Hanford

New leader named for massive Hanford project

The Department of Energy wants the Low Activity Waste Facility, one of four key facilities at the massive Hanford nuclear reservation’s vitrification plant, to begin treating radioactive waste in 2022.
The Department of Energy wants the Low Activity Waste Facility, one of four key facilities at the massive Hanford nuclear reservation’s vitrification plant, to begin treating radioactive waste in 2022. Bechtel National

Bechtel National’s leader for construction of Hanford’s massive vitrification plant is leaving the project, she told employees Friday.

Project director Peggy McCullough will be replaced by Brian Reilly, a 35-year veteran of nuclear construction, effective Dec. 20.

The Department of Energy has contracted with Bechtel to build and start up a plant expected to cost more than $17 billion.

The plant, formally called the Waste Treatment Plant, will treat up to 56 million gallons of nuclear waste for disposal. The waste, held in underground tanks, is left from the past production of plutonium for the nation’s nuclear weapons program.

reilly
Brian Reilly

Reilly is assigned to guide the plant through its first start-up phase, which will begin turning some of the low-activity radioactive tank waste into a stable glass form as soon as 2022.

Work to also glassify high-level radioactive waste at the plant has been delayed by technical issues, and the plant is not expected to be in full operation until 2036.

The start of low-activity radioactive waste treatment requires continued construction of two other facilities and completion of the Low Activity Waste Facility, which stands seven stories high and is the size of a sports arena.

“Brian’s decades of experience in construction and startup of commercial and government nuclear project will be a great asset at the WTP as the project continues its crucial next phase,” said Barbara Rusinko, president of Bechtel’s government services and nuclear power global business unit.

Reilly has led the design and construction project for the National Nuclear Security Administration’s Uranium Processing facility in Oak Ridge, Tenn., since 2014. It is a $6.5 billion project that will replace aging national security facilities that process enriched uranium.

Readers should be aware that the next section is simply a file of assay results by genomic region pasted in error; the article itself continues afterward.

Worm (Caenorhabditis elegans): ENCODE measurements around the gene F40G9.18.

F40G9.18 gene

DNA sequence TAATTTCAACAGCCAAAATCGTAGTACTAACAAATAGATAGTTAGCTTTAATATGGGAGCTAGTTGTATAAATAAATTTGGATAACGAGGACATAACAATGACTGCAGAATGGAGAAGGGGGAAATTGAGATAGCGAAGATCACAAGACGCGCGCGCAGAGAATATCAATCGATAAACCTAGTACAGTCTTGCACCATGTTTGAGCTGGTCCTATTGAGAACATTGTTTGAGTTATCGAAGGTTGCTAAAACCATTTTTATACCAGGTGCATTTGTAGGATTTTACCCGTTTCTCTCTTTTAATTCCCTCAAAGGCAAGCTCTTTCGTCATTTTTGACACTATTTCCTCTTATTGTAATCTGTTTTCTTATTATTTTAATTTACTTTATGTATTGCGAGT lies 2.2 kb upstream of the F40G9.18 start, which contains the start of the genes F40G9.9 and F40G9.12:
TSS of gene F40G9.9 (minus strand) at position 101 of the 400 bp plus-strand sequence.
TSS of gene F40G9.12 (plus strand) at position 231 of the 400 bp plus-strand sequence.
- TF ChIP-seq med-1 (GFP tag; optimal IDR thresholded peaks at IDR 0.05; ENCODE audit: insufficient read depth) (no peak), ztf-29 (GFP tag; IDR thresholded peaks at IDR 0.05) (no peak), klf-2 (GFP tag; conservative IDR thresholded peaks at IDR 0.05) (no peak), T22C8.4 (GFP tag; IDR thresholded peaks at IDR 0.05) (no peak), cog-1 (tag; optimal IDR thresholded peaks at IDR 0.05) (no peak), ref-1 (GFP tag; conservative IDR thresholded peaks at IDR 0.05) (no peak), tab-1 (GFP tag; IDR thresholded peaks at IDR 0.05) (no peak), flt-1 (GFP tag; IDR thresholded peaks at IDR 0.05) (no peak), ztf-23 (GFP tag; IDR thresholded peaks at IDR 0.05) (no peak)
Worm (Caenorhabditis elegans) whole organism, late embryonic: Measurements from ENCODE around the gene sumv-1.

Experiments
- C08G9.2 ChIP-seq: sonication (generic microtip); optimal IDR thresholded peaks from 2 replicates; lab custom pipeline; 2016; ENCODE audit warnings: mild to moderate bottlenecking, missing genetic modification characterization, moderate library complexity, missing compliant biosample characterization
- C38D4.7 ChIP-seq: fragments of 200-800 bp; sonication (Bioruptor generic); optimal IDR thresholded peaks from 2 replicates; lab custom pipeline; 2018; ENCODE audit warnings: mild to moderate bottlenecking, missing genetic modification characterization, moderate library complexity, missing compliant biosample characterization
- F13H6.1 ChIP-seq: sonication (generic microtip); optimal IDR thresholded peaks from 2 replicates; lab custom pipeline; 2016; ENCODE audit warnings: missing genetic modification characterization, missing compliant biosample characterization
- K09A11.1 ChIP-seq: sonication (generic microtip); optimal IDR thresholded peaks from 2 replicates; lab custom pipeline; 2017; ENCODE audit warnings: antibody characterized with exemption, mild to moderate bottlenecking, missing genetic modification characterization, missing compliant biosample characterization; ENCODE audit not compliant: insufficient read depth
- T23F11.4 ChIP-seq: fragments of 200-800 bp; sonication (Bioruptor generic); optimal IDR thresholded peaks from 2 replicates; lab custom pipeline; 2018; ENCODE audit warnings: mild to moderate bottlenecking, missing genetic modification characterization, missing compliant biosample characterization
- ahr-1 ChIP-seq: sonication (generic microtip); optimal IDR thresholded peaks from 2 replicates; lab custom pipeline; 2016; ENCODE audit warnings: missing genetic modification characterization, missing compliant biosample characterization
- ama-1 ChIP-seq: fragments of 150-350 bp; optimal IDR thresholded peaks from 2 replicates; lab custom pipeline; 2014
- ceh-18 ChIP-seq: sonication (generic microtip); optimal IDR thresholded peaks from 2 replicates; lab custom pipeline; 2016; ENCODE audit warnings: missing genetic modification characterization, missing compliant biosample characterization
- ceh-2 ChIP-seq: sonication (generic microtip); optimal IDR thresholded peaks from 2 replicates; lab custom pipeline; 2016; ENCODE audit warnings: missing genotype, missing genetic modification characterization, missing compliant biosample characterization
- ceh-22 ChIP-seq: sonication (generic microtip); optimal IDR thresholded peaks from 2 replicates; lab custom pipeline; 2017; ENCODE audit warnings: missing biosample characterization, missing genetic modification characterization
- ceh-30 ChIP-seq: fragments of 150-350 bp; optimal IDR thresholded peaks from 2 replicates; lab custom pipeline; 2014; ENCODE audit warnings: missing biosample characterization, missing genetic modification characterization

Under Reilly’s leadership 90 percent of the project’s design had been completed and construction should begin next year.

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Peggy McCullough Courtesy Bechtel

“Brian is the right person for the job,” McCullough said in a message to vit plant staff Friday. “He has extensive experience in completing and turning over project in the nuclear industry.”

She called him a strong leader and seasoned project manager in the DOE complex.

He started his career as a planning engineer in 1980 and took on project management and construction supervision at several nuclear power plants. He rose through the ranks at Bechtel Power Corp. and then served as program manager for the international environmental business line in Bechtel Systems and Infrastructure before being assigned to the Oak Ridge project.

He has been a Bechtel senior vice president since 2010.

McCullough noted that Reilly takes over just as the DOE Hanford office in charge of the vitrification plant — the Office of River Protection — also has changed leadership. Brian Vance became manager on Nov. 6 of the office that contracts with Bechtel National.

McCullough’s tenure at the project coincided with the leadership of Kevin Smith at the Office of River Protection. Smith has been the longest-serving manager in the DOE position.

The two brought consistency to the vitrification plant project, said Carl Adrian, president of the Tri-City Development Council (TRIDEC).

When McCullough was named to lead the project, questions had been raised about the future safe operation of the plant and how safety issues were being addressed in whistleblower lawsuits.

I will take many lessons and good memories with me into this next chapter of my career.

Peggy McCullough, Bechtel National project director for the vitrification plant

Plans for the plant also were being questioned as former Energy Secretary Steven Chu focused on technical issues.

“She righted the ship and got the whole project on track,” Adrian said. “In my mind she was a very strong leader.”

McCullough has positioned the vitrification project well for Reilly to step in, Rusinko said. Rusinko called starting up a radioactive waste treatment facility “a multi-year, rigorous, deliberate process.”

McCullough, who has led the vitrification plant project at the Hanford nuclear reservation for nearly four and a half years, will move to Bechtel’s headquarters in Reston, Va., to lead the company’s nuclear, security and operations business line.

McCullough told staff that in the years she has been at the vit plant, workers have transformed its nuclear safety and quality culture and met all milestones to date in Bechtel’s revise contract. They are close to resolving technical issues related to parts of the plant that will handle high-level radioactive waste, she said.

“I will take many lessons and good memories with me into this next chapter of my career,” she told workers.

Annette Cary: 509-582-1533, @HanfordNews

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